After 1,000 years of peace, whispers that “the Nameless One will return” ignite the spark that sets the world order aflame.

No, the Nameless One is not a new nickname for Voldemort. Here, evil takes the shape of fire-breathing dragons—beasts that feed off chaos and imbalance—set on destroying humankind. The leader of these creatures, the Nameless One, has been trapped in the Abyss for ages after having been severely wounded by the sword Ascalon wielded by Galian Berethnet. These events brought about the current order: Virtudom, the kingdom set up by Berethnet, is a pious society that considers all dragons evil. In the East, dragons are worshiped as gods—but not the fire-breathing type. These dragons channel the power of water and are said to be born of stars. They forge a connection with humans by taking riders. In the South, an entirely different way of thinking exists. There, a society of female mages called the Priory worships the Mother. They don’t believe that the Berethnet line, continued by generations of queens, is the sacred key to keeping the Nameless One at bay. This means he could return—and soon. “Do you not see? It is a cycle.” The one thing uniting all corners of the world is fear. Representatives of each belief system—Queen Sabran the Ninth of Virtudom, hopeful dragon rider Tané of the East, and Ead Duryan, mage of the Priory from the South—are linked by the common goal of keeping the Nameless One trapped at any cost. This world of female warriors and leaders feels natural, and while there is a “chosen one” aspect to the tale, it’s far from the main point. Shannon’s depth of imagination and worldbuilding are impressive, as this 800-pager is filled not only with legend, but also with satisfying twists that turn legend on its head. Shannon isn’t new to this game of complex storytelling. Her Bone Season novels (The Song Rising, 2017, etc.) navigate a multilayered society of clairvoyants. Here, Shannon chooses a more traditional view of magic, where light fights against dark, earth against sky, and fire against water. Through these classic pairings, an entirely fresh and addicting tale is born. Shannon may favor detailed explication over keeping a steady pace, but the epic converging of plotlines at the end is enough to forgive.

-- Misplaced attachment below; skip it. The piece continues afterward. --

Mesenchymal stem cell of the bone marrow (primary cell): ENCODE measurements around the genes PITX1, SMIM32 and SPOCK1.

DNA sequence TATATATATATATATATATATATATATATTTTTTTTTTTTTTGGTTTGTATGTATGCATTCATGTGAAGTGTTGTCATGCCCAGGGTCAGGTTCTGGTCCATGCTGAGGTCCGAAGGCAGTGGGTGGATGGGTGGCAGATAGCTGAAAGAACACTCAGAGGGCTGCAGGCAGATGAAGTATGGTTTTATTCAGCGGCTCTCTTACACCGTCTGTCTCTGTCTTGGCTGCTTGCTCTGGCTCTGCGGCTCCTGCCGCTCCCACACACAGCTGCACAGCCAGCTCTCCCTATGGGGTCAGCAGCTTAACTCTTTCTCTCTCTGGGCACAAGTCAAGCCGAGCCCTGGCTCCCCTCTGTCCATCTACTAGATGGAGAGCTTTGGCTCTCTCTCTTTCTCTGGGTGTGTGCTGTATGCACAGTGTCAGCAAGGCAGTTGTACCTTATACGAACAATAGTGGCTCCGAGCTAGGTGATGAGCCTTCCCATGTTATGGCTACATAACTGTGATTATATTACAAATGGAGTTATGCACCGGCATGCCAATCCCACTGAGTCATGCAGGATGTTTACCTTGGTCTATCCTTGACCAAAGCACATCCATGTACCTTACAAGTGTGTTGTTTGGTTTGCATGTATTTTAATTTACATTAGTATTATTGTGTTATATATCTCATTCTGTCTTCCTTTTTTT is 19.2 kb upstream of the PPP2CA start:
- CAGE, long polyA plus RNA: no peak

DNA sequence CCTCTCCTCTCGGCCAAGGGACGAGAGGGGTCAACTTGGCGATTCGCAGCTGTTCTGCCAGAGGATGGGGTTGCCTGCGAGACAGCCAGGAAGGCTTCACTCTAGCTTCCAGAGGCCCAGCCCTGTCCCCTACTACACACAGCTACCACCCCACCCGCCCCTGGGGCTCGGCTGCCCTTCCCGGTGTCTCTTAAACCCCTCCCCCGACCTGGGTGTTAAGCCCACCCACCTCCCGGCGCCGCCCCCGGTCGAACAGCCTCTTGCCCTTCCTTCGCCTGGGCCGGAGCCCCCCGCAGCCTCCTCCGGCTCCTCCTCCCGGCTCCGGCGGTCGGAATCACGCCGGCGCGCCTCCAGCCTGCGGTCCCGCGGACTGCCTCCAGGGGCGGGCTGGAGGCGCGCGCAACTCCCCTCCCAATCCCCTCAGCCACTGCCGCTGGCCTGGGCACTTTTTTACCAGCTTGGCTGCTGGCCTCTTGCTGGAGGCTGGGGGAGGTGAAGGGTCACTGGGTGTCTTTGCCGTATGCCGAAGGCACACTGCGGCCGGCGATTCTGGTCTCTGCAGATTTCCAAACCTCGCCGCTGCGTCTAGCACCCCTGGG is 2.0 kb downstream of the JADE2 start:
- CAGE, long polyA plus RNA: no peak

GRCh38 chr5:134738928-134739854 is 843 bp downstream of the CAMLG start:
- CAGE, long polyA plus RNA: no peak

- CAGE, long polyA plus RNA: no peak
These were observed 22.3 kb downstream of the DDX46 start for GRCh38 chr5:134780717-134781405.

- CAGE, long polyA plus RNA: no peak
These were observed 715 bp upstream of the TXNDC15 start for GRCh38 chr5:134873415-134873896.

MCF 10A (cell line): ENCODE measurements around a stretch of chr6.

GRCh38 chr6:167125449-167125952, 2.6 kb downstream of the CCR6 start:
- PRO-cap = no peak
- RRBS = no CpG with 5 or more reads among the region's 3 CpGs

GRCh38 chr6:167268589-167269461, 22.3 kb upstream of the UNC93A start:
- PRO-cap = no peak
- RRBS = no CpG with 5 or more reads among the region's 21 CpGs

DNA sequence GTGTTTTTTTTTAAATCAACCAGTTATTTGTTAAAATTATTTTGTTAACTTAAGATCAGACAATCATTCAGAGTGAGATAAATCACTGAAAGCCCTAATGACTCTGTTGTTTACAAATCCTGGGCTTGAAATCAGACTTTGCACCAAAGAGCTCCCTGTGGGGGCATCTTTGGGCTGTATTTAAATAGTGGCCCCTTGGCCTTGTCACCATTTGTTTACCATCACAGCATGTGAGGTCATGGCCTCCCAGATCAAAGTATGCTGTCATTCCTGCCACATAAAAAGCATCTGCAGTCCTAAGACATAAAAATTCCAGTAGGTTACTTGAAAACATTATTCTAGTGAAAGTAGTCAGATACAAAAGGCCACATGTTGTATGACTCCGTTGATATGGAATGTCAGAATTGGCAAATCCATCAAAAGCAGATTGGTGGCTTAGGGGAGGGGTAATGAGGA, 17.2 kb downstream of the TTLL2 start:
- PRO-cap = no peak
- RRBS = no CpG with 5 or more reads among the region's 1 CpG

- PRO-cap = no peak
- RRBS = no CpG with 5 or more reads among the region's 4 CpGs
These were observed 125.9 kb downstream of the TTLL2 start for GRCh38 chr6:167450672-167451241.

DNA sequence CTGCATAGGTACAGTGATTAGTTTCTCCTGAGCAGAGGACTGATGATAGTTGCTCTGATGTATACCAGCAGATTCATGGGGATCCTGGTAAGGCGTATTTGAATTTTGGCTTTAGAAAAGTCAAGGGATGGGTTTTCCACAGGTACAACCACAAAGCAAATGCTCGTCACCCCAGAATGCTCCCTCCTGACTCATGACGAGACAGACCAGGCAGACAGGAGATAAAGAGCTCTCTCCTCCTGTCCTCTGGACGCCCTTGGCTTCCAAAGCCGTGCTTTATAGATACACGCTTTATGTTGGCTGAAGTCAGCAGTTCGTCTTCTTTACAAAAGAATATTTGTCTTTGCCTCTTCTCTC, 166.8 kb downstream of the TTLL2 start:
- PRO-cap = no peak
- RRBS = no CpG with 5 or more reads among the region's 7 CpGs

A celebration of fantasy that melds modern ideology with classic tropes. More of these dragons, please.

Pub Date: Feb. 26, 2019

ISBN: 978-1-63557-029-8

Page Count: 848

Publisher: Bloomsbury

Review Posted Online: Dec. 23, 2018

Kirkus Reviews Issue: Jan. 15, 2019